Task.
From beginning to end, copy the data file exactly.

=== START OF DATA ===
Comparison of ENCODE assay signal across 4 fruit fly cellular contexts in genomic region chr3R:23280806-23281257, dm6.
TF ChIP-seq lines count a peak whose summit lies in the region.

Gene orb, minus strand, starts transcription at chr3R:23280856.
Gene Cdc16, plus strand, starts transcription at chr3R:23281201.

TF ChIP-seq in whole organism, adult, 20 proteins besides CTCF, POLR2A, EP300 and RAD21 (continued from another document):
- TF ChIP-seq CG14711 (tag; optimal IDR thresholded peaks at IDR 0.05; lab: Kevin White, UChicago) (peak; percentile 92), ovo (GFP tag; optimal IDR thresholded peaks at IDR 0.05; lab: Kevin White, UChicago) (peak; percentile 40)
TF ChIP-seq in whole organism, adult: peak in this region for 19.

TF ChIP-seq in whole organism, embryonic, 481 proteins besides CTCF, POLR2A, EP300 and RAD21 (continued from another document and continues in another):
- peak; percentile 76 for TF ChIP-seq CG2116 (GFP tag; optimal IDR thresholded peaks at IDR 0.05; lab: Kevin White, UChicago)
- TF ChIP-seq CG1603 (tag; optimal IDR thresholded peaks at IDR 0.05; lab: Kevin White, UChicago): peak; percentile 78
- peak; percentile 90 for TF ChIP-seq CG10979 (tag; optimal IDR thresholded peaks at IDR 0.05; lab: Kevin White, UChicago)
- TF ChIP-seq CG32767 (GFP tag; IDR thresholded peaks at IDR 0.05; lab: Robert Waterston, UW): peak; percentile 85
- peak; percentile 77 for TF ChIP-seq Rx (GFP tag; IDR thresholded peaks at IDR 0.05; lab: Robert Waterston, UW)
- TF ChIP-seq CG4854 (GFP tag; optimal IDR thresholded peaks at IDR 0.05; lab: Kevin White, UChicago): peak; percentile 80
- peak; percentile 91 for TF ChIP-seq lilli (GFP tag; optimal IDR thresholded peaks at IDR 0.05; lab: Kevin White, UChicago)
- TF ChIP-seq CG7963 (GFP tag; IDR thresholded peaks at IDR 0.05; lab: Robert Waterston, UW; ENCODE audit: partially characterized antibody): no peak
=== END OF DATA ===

Comparison of ENCODE assay signal across 4 fruit fly cellular contexts in genomic region chr3R:23280806-23281257, dm6.
TF ChIP-seq lines count a peak whose summit lies in the region.

Gene orb, minus strand, starts transcription at chr3R:23280856.
Gene Cdc16, plus strand, starts transcription at chr3R:23281201.

TF ChIP-seq in whole organism, adult, 20 proteins besides CTCF, POLR2A, EP300 and RAD21 (continued from another document):
- TF ChIP-seq CG14711 (tag; optimal IDR thresholded peaks at IDR 0.05; lab: Kevin White, UChicago) (peak; percentile 92), ovo (GFP tag; optimal IDR thresholded peaks at IDR 0.05; lab: Kevin White, UChicago) (peak; percentile 40)
TF ChIP-seq in whole organism, adult: peak in this region for 19.

TF ChIP-seq in whole organism, embryonic, 481 proteins besides CTCF, POLR2A, EP300 and RAD21 (continued from another document and continues in another):
- peak; percentile 76 for TF ChIP-seq CG2116 (GFP tag; optimal IDR thresholded peaks at IDR 0.05; lab: Kevin White, UChicago)
- TF ChIP-seq CG1603 (tag; optimal IDR thresholded peaks at IDR 0.05; lab: Kevin White, UChicago): peak; percentile 78
- peak; percentile 90 for TF ChIP-seq CG10979 (tag; optimal IDR thresholded peaks at IDR 0.05; lab: Kevin White, UChicago)
- TF ChIP-seq CG32767 (GFP tag; IDR thresholded peaks at IDR 0.05; lab: Robert Waterston, UW): peak; percentile 85
- peak; percentile 77 for TF ChIP-seq Rx (GFP tag; IDR thresholded peaks at IDR 0.05; lab: Robert Waterston, UW)
- TF ChIP-seq CG4854 (GFP tag; optimal IDR thresholded peaks at IDR 0.05; lab: Kevin White, UChicago): peak; percentile 80
- peak; percentile 91 for TF ChIP-seq lilli (GFP tag; optimal IDR thresholded peaks at IDR 0.05; lab: Kevin White, UChicago)
- TF ChIP-seq CG7963 (GFP tag; IDR thresholded peaks at IDR 0.05; lab: Robert Waterston, UW; ENCODE audit: partially characterized antibody): no peak